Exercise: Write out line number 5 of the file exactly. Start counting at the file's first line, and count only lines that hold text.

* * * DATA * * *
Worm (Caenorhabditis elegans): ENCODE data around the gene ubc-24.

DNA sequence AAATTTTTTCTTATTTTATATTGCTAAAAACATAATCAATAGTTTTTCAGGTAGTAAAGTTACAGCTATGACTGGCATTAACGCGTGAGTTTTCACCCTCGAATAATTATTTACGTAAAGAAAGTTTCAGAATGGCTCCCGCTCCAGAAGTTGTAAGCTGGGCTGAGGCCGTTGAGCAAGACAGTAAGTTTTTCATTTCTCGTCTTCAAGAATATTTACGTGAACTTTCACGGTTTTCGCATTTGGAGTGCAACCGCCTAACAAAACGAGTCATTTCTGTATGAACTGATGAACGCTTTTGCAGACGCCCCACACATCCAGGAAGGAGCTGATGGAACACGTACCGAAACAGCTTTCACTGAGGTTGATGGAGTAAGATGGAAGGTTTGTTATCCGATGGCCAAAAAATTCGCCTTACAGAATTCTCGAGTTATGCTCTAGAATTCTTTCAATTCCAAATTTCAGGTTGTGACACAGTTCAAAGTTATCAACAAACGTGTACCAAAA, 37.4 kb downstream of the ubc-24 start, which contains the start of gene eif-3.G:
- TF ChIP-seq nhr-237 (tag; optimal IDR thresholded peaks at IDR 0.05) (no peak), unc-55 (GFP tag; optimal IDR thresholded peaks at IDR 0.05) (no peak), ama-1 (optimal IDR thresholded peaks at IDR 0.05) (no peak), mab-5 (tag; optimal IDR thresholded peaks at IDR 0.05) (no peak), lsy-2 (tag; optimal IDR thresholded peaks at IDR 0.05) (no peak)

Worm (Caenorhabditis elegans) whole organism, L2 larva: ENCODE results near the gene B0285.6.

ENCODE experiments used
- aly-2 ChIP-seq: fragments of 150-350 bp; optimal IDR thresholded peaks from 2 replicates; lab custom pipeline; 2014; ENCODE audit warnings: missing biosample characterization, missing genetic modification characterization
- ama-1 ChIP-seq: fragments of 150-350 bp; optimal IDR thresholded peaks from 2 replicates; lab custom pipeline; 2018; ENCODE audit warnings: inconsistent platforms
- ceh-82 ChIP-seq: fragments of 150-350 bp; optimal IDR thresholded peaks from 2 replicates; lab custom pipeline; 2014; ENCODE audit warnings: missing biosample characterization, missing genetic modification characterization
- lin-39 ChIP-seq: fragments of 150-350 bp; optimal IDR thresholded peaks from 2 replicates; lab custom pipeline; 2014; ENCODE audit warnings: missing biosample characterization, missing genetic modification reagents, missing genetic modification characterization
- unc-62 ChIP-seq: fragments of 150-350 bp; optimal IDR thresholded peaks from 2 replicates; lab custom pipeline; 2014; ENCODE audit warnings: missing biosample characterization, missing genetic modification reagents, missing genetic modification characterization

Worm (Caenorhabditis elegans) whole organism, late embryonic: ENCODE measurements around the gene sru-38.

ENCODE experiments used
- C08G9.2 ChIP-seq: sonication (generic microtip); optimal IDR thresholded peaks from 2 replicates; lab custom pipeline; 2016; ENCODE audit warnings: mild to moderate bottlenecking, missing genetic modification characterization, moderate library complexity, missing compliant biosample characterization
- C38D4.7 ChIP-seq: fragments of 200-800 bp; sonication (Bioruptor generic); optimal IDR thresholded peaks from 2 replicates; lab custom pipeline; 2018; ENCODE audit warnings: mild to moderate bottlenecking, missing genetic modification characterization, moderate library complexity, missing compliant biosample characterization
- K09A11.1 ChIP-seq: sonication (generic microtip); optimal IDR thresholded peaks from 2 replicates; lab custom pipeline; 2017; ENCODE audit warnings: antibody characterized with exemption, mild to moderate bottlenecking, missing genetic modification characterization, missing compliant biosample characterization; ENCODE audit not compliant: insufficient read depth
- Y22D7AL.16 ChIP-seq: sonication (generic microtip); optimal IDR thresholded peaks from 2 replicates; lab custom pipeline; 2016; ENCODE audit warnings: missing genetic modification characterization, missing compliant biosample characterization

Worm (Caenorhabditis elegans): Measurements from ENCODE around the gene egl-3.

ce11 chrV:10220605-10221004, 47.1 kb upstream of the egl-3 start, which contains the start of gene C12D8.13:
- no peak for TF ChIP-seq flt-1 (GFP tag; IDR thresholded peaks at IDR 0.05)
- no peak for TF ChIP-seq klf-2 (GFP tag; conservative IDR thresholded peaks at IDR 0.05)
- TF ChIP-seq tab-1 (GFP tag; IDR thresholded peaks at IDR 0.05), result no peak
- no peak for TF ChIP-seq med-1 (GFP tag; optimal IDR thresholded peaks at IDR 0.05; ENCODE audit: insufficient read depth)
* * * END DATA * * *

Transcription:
ENCODE experiments used